1. Victoria Beckham - Victoria Beckham
Number 36 Dover Street, Mayfair is home to popstar-turned-fashion entrepreneur Victoria Beckham's first shop. Beckham is living proof that celebrity may be the most marketable commodity of all. The 6,000sq ft boutique is the latest triumph for the designer and former Spice Girl - who also happens to be married to David, undercrackers model extraordinaire and the world's most famous ex-footballer.
The grand opening followed her topping a poll to find the greatest 'style icon' at London Fashion Week in September and the rapturous reception given to her SS15 collection in New York. Now with a looser style, the range includes separates and luxury handbags selling at up to £18,000 each.
But it's her finely tuned business acumen that wins her the top spot in MT's 2014 ranking of Britain's top 100 entrepreneurs. It is 20 years since Victoria, born into a comfortably-off Essex family, started her pop career with a bang as a chart-topping Spice Girl. After a brief solo career, she launched her eponymous label in 2008. Always an adept exploiter of her own celeb value, by 2011 she was a fixture at New York Fashion Week and had introduced a lower-priced Victoria, Victoria Beckham label for the more impecunious fan. In the same year she won designer brand of the year at the British Fashion Awards.
Two years ago her HQ occupied one floor in the Battersea office where she is based. Today, her 100-strong team operates over several floors. In all, the Victoria Beckham business has achieved a sales growth of 2,900% and employment growth of 3,233% over the past five years.
As she herself puts it: 'First time around I felt famous, but now I feel successful.' With that sort of performance few would disagree.
2. Amit and Meeta Patel - Auden Mckenzie
Brother and sister team Amit and Meeta Patel own and run Ruislip-based Auden Mckenzie (Pharma Division). The firm specialises in injectable products such as Synastone (methadone), which is licensed for the treatment of heroin addiction and as an alternative to morphine for pain relief. It's a lucrative market - profits hit £28.9m on £52.4m of sales in 2012-13.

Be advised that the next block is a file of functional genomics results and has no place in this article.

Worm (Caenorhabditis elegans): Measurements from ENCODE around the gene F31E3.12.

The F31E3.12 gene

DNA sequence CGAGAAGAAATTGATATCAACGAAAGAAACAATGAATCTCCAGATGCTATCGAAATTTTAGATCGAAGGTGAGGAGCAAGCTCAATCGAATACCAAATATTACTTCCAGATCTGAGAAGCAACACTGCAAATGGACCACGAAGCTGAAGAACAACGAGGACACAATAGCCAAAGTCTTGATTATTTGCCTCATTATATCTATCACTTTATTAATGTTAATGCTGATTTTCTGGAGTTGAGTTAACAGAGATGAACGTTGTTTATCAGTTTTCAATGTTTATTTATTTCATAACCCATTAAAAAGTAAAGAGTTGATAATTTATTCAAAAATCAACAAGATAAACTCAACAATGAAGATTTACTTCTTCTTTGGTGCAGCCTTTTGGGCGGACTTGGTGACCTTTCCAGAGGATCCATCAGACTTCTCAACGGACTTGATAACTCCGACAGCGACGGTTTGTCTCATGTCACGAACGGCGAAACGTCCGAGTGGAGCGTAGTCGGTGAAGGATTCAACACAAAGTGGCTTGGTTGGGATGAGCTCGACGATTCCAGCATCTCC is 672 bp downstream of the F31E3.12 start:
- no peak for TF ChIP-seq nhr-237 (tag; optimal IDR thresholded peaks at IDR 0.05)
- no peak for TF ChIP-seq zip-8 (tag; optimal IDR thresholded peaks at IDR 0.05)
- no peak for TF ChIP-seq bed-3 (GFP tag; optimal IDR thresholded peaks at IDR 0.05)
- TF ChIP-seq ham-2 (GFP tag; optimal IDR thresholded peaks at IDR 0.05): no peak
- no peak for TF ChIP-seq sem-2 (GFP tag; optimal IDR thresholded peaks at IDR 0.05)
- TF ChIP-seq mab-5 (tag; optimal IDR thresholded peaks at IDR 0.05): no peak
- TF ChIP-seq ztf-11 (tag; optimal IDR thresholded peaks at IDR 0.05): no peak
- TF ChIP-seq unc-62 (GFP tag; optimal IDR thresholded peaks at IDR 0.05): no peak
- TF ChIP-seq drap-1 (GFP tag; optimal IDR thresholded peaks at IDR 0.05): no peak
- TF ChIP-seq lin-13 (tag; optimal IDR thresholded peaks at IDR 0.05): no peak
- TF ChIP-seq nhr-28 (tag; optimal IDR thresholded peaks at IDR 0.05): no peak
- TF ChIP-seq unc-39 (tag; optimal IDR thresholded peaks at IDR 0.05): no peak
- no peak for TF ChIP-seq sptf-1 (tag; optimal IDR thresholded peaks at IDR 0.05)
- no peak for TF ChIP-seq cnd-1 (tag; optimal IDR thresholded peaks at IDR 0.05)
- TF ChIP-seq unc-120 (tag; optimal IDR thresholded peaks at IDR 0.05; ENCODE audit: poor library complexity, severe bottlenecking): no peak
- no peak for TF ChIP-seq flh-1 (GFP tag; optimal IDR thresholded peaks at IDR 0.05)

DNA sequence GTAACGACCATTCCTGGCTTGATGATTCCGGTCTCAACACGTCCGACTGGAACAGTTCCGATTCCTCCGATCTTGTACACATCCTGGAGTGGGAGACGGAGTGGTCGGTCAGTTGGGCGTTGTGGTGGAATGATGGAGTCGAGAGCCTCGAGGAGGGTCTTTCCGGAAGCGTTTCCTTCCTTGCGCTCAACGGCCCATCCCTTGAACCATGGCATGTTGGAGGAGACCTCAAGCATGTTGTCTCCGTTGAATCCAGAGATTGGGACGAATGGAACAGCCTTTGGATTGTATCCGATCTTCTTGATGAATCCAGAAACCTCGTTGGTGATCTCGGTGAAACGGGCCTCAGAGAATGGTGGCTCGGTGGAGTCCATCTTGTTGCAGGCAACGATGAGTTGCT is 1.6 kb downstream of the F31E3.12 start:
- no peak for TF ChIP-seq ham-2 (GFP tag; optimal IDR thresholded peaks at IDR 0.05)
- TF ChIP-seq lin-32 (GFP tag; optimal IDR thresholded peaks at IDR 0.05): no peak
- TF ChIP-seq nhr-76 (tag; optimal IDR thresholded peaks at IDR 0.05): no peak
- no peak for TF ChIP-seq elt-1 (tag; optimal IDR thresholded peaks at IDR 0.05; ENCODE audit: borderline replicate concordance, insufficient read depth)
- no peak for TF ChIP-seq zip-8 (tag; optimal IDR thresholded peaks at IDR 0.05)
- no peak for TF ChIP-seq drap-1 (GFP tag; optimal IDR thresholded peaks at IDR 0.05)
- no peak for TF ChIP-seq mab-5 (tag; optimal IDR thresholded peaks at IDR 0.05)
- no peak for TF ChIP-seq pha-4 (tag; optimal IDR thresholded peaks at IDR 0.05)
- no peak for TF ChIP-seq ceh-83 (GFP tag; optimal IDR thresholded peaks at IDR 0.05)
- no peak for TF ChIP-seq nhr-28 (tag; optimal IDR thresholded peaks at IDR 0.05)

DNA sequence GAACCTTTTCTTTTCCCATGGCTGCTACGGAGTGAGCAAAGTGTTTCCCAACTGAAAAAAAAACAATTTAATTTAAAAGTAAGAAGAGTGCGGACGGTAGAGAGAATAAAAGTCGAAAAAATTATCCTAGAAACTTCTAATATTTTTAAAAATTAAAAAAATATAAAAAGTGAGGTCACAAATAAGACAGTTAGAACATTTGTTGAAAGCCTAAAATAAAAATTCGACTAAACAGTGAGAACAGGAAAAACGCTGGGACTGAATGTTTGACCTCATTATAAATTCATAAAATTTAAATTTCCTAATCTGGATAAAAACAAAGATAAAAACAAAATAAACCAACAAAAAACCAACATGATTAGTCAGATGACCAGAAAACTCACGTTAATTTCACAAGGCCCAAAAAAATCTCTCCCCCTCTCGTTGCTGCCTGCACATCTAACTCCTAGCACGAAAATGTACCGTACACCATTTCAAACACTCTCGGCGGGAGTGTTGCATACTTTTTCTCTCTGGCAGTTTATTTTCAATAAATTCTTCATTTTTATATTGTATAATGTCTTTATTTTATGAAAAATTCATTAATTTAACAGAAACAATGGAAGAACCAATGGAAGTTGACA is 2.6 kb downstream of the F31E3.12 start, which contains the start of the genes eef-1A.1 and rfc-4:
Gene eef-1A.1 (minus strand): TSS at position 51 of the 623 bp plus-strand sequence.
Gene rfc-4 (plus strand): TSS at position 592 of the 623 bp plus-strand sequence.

The fast-growing west London operation was founded in 2001, holds more than 120 pharmaceutical product licences and sells its wares in 30 countries. It was the Patels' father who identified a niche market for generic versions of such highly specialised medicines and, armed with £150,000 seed capital, the company was launched, staffed only by the three family members. 'I did not need to go to business school, because I learned everything from watching my father,' Amit Patel has said. The business now employs over 79 people and supplies hospitals, pharmacies and wholesalers.
3. Mahmud Kamani - Boohoo.com
Kamani boosted exports with local language sites
The online fashion operation based in Manchester's trendy Northern Quarter floated on the stock market in March valued at a cool £560m. Mahmud Kamani co-founded Boohoo.com in 2006. Although shares in the retailer - whose wares include fake fur gilets at £30 a pop - have had a roller-coaster ride since, the business is growing fast, with sales and employment up 746% and 369% respectively over the past five years. New local-language websites in Europe are helping exports and, in a £10m investment, the firm's warehouse capacity in Burnley will more than quadruple, with staff in the new 820,000sq ft facility getting a 12% pay rise to boot.
4. Julian Dunkerton - SuperGroup
Dunkerton got the inspiration for SuperDry after travelling the world
Cheltenham-based Julian Dunkerton floated SuperGroup, the business behind the hugely successful Superdry clothing label, on the stock market in 2010. Its roots date back to when 19-year-old exam failure Dunkerton dropped out to travel the world. Returning to his home town, he saw a gap in the fashion market and decided to set up on his own, raising capital by working in a factory and as a fruit picker. Adding £2,000 borrowed from family, in 1985 he rented a shop due for demolition, and made £16,000 in his first year. After a wobble in 2012 when profits were overstated by £10m, SuperGroup is back on track with forecast profits of £70m this year. Dunkerton has just stepped down as chief exec to concentrate on being product and brand director. Celebrity fans include David Beckham and Ed Sheeran.